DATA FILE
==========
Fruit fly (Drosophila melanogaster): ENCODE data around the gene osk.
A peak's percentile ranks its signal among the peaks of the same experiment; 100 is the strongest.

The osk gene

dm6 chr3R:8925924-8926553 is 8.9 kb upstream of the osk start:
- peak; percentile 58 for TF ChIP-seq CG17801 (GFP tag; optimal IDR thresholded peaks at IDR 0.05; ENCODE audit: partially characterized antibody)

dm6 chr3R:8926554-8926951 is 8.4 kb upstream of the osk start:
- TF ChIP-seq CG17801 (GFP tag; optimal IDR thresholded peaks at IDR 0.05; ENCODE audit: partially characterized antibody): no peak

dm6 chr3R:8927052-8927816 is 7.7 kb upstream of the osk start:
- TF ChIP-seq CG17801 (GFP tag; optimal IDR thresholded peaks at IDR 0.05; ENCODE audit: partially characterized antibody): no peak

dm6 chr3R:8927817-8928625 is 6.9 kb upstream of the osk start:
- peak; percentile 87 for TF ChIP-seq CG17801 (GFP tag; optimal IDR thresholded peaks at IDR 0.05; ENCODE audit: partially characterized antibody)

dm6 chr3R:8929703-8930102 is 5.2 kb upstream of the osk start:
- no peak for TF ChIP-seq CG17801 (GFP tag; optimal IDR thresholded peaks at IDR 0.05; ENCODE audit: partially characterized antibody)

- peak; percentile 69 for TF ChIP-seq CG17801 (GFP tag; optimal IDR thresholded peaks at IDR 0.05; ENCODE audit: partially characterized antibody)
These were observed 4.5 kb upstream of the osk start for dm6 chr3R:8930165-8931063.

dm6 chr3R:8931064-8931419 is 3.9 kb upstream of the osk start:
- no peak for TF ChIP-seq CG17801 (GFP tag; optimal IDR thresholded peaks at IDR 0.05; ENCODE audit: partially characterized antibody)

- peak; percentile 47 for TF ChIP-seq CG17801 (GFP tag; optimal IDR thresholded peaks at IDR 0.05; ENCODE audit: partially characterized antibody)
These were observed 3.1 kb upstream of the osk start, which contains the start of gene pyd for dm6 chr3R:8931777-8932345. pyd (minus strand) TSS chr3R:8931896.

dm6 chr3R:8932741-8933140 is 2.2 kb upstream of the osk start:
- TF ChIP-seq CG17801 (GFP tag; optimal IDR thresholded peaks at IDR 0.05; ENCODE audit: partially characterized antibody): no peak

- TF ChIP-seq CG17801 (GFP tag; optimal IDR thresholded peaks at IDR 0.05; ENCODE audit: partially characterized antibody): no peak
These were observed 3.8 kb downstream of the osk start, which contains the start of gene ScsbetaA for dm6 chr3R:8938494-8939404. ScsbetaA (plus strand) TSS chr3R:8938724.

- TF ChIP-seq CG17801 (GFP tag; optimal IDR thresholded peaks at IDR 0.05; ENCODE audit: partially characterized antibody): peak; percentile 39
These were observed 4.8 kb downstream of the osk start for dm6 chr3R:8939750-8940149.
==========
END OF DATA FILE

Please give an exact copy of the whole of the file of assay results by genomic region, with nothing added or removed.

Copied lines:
Fruit fly (Drosophila melanogaster): ENCODE data around the gene osk.
A peak's percentile ranks its signal among the peaks of the same experiment; 100 is the strongest.

The osk gene

dm6 chr3R:8925924-8926553 is 8.9 kb upstream of the osk start:
- peak; percentile 58 for TF ChIP-seq CG17801 (GFP tag; optimal IDR thresholded peaks at IDR 0.05; ENCODE audit: partially characterized antibody)

dm6 chr3R:8926554-8926951 is 8.4 kb upstream of the osk start:
- TF ChIP-seq CG17801 (GFP tag; optimal IDR thresholded peaks at IDR 0.05; ENCODE audit: partially characterized antibody): no peak

dm6 chr3R:8927052-8927816 is 7.7 kb upstream of the osk start:
- TF ChIP-seq CG17801 (GFP tag; optimal IDR thresholded peaks at IDR 0.05; ENCODE audit: partially characterized antibody): no peak

dm6 chr3R:8927817-8928625 is 6.9 kb upstream of the osk start:
- peak; percentile 87 for TF ChIP-seq CG17801 (GFP tag; optimal IDR thresholded peaks at IDR 0.05; ENCODE audit: partially characterized antibody)

dm6 chr3R:8929703-8930102 is 5.2 kb upstream of the osk start:
- no peak for TF ChIP-seq CG17801 (GFP tag; optimal IDR thresholded peaks at IDR 0.05; ENCODE audit: partially characterized antibody)

- peak; percentile 69 for TF ChIP-seq CG17801 (GFP tag; optimal IDR thresholded peaks at IDR 0.05; ENCODE audit: partially characterized antibody)
These were observed 4.5 kb upstream of the osk start for dm6 chr3R:8930165-8931063.

dm6 chr3R:8931064-8931419 is 3.9 kb upstream of the osk start:
- no peak for TF ChIP-seq CG17801 (GFP tag; optimal IDR thresholded peaks at IDR 0.05; ENCODE audit: partially characterized antibody)

- peak; percentile 47 for TF ChIP-seq CG17801 (GFP tag; optimal IDR thresholded peaks at IDR 0.05; ENCODE audit: partially characterized antibody)
These were observed 3.1 kb upstream of the osk start, which contains the start of gene pyd for dm6 chr3R:8931777-8932345. pyd (minus strand) TSS chr3R:8931896.

dm6 chr3R:8932741-8933140 is 2.2 kb upstream of the osk start:
- TF ChIP-seq CG17801 (GFP tag; optimal IDR thresholded peaks at IDR 0.05; ENCODE audit: partially characterized antibody): no peak

- TF ChIP-seq CG17801 (GFP tag; optimal IDR thresholded peaks at IDR 0.05; ENCODE audit: partially characterized antibody): no peak
These were observed 3.8 kb downstream of the osk start, which contains the start of gene ScsbetaA for dm6 chr3R:8938494-8939404. ScsbetaA (plus strand) TSS chr3R:8938724.

- TF ChIP-seq CG17801 (GFP tag; optimal IDR thresholded peaks at IDR 0.05; ENCODE audit: partially characterized antibody): peak; percentile 39
These were observed 4.8 kb downstream of the osk start for dm6 chr3R:8939750-8940149.